‘When I was eleven years old a very unwelcome change took place in my life. I had to start work in the saloon…It was hardly an attractive job. The customers were almost entirely of the working class…the prices charged were low, only a penny for shaving and threepence for haircutting’. Contextually speaking, Brown’s family unit and the surrounding culture within the late Victorian period would have meant that the Victorian household was where the heart was. The foundations of culture and character were implanted into the Victorians, as Anthony S. Wohl writes,
“There were few aspects of their society the Victorians regarded with greater reverence than the home and family life within it. Lord Shaftesbury…stressing the vital importance of the family unit to society: There can be no security to society, no honour, no prosperity…unless the strength of the people rests upon the purity and firmness of the domestic system.” (Wohl, 9) It is clear that Isaac’s family loved him, his mother, though the situation she was in required her to work, seeing as the father was out of the picture, she thusly sent him to live with family. This, I believe, represents a solidarity within family in the face of challenges. One major attribute to Brown’s family was that thee were no complaints about work, nor bitterness kept. There was true solidarity, at least from this, that we can understand was prevent within Brown’s family.
‘At Christmas we always had a visit from the family of a sister of my father who also lived in Bromley…We used the saloon for this purpose, and for weeks beforehand, my girl cousin and I would be busy making chains of coloured paper, which had to be put up on Christmas Eve.’ (14) Writes Isaac, regarding his pleasures during his youth at home during the holiday period.
We can understand that, while Isaac E. Brown’s early life seemed somewhat sad regarding his parent’s separation, Brown clearly presents to us an image of a family that clearly cared. ‘Every year my aunt went for a fortnight to my grandfather’s inn at Lower Assenden, near Henley-On-Thames, and she always took me and my female cousin, D.’ (16) The Inn’s name in question was called the “Traveller’s Rest”. ‘The household consisted of himself and two unmarried daughters – My aunt L…and my aunt E…My Aunt L. kept house and looked after the business…My other aunt was a dress maker and was practically always sewing, though she too assisted with the house and bar work at busy times.’ (17)
‘I Remember very little of my life with my mother’s cousin’ writes Brown. His mother’s cousin who he was sent o live with after his parent’s separation for ‘two or three years’. “I slept on a mattress on the floor in front of the fireplace in a room which seemed to be over the donkey’s stable, and remember hearing the animal stamp and snort at night…At all events, my mother must have found out that things were not as they should be, and when I was nearly six years old she arranged for me to go to my aunt Kate – my father’s eldest sister.’ (5) Brown continues to describe his Aunt Kate as a ‘stoutest woman’ of middle age who he remembers fondly as one who made him feel at home. ‘My cousin F., their only son, completed the family, except for a friend of his, a clerk in the Post Office.’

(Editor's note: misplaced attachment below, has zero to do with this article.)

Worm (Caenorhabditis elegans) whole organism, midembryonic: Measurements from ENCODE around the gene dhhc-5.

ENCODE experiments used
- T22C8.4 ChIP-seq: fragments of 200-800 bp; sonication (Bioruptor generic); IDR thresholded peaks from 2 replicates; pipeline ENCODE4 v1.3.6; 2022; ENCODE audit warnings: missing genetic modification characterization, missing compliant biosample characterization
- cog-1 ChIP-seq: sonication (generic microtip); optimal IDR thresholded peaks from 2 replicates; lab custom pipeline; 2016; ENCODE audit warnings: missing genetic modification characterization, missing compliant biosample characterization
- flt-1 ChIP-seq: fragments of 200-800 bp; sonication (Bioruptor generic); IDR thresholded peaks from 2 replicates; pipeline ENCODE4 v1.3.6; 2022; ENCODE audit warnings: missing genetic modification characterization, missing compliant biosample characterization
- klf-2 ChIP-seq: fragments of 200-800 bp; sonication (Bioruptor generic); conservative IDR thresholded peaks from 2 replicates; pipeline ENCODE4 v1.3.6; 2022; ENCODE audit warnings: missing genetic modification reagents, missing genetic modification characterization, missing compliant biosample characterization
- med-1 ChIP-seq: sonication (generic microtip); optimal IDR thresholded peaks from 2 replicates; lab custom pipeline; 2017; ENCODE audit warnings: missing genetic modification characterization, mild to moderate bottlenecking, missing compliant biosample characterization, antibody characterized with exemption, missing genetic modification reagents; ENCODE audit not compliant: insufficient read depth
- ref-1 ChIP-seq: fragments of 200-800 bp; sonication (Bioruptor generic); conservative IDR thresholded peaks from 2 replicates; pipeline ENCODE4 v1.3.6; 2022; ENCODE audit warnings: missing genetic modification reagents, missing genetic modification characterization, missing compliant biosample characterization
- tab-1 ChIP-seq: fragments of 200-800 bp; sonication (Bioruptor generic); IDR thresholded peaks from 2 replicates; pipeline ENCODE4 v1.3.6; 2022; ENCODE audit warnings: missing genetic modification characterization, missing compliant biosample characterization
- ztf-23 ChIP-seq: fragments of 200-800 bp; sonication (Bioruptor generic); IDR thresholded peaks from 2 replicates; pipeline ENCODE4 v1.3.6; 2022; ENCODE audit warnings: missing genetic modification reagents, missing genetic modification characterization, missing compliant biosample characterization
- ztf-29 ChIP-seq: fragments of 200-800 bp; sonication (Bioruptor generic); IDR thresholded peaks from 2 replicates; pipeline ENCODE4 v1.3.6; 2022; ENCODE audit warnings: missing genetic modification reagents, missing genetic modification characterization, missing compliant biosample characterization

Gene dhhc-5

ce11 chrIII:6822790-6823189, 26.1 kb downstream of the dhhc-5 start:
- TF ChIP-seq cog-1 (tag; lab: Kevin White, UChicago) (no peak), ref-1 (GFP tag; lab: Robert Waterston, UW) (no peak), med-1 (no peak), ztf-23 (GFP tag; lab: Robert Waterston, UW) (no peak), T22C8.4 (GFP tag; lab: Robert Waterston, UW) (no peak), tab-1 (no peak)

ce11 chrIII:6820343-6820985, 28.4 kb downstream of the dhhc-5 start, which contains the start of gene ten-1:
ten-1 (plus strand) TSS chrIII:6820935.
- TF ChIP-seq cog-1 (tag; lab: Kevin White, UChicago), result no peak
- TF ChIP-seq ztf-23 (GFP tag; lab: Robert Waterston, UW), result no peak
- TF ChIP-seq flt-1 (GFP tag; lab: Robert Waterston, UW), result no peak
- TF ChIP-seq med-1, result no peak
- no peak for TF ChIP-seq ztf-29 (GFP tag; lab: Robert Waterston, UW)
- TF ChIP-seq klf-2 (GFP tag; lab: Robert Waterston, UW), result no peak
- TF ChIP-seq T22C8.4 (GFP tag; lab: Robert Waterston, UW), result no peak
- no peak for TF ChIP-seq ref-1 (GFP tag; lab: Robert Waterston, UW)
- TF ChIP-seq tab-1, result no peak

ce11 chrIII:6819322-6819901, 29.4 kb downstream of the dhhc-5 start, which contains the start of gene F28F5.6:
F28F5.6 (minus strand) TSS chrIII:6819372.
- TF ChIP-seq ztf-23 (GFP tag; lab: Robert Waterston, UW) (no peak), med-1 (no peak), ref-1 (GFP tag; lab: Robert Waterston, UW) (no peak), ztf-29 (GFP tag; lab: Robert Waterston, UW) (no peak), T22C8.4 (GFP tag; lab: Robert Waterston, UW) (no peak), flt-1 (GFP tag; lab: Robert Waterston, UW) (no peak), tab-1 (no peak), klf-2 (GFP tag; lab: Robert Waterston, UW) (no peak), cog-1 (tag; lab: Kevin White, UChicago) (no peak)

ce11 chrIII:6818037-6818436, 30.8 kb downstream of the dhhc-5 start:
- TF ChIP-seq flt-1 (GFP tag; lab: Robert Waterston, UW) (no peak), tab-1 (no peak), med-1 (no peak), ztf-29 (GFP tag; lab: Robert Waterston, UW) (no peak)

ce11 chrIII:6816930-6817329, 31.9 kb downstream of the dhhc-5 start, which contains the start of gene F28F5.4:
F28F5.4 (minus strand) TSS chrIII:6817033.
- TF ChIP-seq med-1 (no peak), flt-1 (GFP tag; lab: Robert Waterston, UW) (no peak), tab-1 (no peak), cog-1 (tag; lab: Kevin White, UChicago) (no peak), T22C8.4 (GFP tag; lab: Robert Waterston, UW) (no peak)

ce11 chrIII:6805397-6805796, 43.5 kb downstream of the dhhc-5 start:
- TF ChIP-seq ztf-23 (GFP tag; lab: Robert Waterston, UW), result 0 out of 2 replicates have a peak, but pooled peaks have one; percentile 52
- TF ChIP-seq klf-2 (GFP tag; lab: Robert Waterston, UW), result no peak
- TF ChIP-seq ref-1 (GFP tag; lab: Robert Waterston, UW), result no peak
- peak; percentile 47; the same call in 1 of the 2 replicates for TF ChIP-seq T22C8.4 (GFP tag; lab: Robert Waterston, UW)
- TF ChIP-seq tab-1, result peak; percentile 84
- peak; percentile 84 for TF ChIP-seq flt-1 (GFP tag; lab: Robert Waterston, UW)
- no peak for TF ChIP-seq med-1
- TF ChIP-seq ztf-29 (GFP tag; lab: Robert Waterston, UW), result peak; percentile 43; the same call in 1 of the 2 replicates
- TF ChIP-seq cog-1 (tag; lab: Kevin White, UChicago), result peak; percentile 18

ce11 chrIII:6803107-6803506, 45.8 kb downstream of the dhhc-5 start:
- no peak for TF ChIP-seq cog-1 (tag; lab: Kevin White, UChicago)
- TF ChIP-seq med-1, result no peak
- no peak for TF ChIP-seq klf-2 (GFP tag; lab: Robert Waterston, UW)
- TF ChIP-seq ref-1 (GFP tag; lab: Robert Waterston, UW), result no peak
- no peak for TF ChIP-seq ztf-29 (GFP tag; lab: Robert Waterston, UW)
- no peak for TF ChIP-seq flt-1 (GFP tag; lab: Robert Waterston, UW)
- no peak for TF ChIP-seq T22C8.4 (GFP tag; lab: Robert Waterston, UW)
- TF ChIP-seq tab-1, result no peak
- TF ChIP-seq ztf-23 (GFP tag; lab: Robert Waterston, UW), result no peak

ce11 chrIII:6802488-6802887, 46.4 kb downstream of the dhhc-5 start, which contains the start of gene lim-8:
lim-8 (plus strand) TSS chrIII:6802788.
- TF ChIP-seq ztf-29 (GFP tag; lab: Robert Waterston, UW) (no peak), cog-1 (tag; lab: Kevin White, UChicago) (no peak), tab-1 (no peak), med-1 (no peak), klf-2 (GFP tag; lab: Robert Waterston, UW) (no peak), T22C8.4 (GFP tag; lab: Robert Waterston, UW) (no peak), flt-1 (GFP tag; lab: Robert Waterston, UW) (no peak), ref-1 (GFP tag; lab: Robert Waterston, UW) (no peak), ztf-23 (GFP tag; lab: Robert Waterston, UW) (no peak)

Later in Brown’s memoir, he references his leisure time spent with his own children, and the holidays and experiences with them. I believe that Brown’s experiences as a child compared to his children’s experiences represent difference within society and the means by which one may enjoy leisure. During Brown’s youth, obviously he didn’t have a wireless or cinemas, therefore I believe that would be interesting to explore in later posts. The pages 15 to about 25 within Brown’s memoir consist much of the leisure time and holiday activities he partook in, so stay tuned for the ‘Leisure’ update to this blog!
1:93 BROWN, Edward, Untitled, TS, pp.199 (c.80,000 words). Brunel University Library.
‘Brown, Edward’, The Autobiography of the Working Class: An Annotated, Critical Bibliography (Brighton: Harvester, 1984) vol 1, no. 9
Wohl, Anthony. The Victorian Family: Structures and Stresses. Introduction. Pg. 9. Routledge Taylor and Francis Group.